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Source: Michael A. Peat, PhD, Editor-in-Chief, Journal of Forensic Sciences
It is with great sadness that I share the news of the passing of Abel M. Dominguez, PhD, on August 29, 2019. Abel served as the Editor of the Journal of Forensic Sciences (JFS) from 1974 to 1992. He followed a long line of distinguished forensic scientists—Dr. Samuel Levinson, Dr. Morton Mason, and Dr. Charles Stahl.
In a 1992 Editorial, Dr. Robert Gaensslen wrote a farewell to Abel as the Editor and I quote from that Editorial, as it describes an extraordinary man:
“Rarely in a career does one have the opportunity to applaud the efforts and accomplishments of anyone so deserving of accolade and appreciation as my predecessor. In April of 1992, Dr. Abel Dominguez turned over the reins of this journal. He was Editor for 18 years, and Associate Editor for two years before that. The readership and the entire membership of the Academy are enormously indebted to him for his outstanding and extraordinarily long service for our profession. Under his quiet but efficient care, the journal has grown about four-fold since the early 1970s. We have published close to 1,800 pages in 1992. At the same time, the high quality of published work has been consistently maintained. Submissions to the journal are at an all-time high, and the international character of the journal continues to grow.”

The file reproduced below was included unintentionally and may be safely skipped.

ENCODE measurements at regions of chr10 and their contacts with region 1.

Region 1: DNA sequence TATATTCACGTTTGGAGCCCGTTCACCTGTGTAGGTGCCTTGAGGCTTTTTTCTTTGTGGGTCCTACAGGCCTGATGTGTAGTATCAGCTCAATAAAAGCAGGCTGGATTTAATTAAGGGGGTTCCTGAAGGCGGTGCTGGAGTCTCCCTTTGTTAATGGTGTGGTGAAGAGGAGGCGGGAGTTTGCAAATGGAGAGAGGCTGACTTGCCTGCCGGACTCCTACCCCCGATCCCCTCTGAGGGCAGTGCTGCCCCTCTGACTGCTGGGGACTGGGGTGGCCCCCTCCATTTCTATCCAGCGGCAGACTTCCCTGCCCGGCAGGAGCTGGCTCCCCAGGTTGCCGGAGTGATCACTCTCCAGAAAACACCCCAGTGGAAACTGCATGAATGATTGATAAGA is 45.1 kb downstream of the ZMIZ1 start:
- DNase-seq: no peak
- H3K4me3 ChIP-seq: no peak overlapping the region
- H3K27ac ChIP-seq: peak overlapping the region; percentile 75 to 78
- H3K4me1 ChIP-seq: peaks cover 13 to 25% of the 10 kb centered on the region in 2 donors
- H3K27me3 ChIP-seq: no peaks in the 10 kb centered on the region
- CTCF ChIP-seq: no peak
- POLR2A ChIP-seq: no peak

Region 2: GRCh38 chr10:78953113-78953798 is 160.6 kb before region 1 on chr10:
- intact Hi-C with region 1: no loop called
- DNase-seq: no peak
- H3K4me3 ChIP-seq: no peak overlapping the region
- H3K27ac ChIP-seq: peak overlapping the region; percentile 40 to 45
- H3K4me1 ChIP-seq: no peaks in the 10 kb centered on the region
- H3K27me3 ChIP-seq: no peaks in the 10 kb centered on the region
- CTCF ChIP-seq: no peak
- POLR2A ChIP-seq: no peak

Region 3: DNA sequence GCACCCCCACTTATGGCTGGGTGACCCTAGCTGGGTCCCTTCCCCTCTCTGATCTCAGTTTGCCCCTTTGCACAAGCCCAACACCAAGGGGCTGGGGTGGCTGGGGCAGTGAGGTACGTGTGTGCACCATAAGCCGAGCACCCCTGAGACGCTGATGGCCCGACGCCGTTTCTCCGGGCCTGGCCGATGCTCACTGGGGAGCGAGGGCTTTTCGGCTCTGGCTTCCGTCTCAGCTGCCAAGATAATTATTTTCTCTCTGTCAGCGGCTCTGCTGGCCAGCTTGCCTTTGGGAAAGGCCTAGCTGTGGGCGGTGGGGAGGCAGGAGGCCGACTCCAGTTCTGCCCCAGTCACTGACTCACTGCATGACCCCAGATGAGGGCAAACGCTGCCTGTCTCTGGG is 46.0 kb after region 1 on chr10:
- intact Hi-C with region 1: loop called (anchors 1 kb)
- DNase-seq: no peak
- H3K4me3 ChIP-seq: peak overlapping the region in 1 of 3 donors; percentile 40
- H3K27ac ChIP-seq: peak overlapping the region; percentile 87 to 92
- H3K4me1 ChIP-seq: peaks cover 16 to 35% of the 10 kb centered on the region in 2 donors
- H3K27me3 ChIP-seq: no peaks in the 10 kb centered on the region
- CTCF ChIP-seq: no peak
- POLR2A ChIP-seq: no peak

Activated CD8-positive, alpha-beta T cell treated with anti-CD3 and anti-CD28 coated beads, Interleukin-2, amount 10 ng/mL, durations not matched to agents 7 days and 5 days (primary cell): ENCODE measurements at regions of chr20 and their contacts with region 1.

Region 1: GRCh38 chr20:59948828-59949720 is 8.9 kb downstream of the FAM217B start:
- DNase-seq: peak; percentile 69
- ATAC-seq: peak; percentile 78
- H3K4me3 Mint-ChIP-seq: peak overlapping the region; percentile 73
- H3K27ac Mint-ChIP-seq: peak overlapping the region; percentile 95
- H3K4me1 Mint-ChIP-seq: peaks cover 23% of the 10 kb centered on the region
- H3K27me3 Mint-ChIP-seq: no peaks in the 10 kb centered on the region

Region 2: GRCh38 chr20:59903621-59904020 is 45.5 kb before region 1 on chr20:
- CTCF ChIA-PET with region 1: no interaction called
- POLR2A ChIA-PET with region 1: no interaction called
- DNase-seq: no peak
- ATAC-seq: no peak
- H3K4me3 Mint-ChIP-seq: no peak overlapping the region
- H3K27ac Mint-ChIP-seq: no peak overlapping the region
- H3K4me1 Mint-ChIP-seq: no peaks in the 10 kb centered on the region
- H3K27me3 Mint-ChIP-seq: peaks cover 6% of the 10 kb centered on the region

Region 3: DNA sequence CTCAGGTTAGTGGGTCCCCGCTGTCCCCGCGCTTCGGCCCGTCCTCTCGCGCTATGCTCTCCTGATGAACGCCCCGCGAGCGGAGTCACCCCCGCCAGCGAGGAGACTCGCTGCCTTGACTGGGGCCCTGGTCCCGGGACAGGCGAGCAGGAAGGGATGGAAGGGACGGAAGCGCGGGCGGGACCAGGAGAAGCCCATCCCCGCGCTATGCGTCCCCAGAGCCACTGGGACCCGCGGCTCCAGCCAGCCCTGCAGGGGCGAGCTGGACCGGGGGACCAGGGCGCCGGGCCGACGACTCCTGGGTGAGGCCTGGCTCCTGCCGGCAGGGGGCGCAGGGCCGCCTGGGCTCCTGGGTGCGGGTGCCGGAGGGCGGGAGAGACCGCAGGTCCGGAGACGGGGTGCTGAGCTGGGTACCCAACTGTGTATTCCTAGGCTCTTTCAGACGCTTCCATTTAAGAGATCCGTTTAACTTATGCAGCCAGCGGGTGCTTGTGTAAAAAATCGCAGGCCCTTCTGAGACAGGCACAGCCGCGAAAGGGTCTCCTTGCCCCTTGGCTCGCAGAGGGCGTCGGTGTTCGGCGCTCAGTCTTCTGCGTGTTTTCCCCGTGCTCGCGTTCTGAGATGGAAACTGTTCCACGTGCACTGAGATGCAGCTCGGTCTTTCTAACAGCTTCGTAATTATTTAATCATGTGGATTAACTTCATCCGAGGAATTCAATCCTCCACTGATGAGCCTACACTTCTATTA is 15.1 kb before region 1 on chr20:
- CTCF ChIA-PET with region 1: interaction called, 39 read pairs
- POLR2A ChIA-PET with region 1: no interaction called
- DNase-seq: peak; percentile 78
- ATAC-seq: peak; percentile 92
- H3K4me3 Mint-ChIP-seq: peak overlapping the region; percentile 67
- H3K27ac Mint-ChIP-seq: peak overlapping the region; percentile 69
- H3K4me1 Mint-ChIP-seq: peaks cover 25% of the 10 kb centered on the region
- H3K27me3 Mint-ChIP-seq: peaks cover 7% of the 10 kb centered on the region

Although the JFS has continued to grow since 1992, it is the foundations of quality and excellence practiced by our early Editors including Abel that both Bob and I have attempted to continue. JFS would not be what it is today without these foundations. Thank you, Abel.
I first got to know Abel in the 1990s, as he was also a member in the Toxicology Section. Whenever I talked to him, I remember he always offered tidbits of advice and guidance. He continued to mentor me when I was appointed Editor and was very helpful in those early years.
Abel’s contributions to JFS and the Academy were recognized by AAFS, in him being awarded the Distinguished Fellow Award in 1990 and the Gradwohl Medallion in 1993. He was one of first five Distinguished Fellows recognized in 1990.
His beloved wife, Doris, often accompanied Abel to the AAFS Annual Scientific Meeting. She was his assistant for 20 years during his tenure as JFS Editor and Associate Editor. She was also his devoted co-traveler, and they loved to travel, especially sailing on the eastern coast of the United States. Interestingly, Abel passed away on their 60th wedding anniversary—almost to the hour of when they became husband and wife on their wedding day.
Abel will be sorely missed not only by his family, but also by all of us who were fortunate to have known him. I, for one, will be forever grateful to have had the privilege to be a colleague and friend.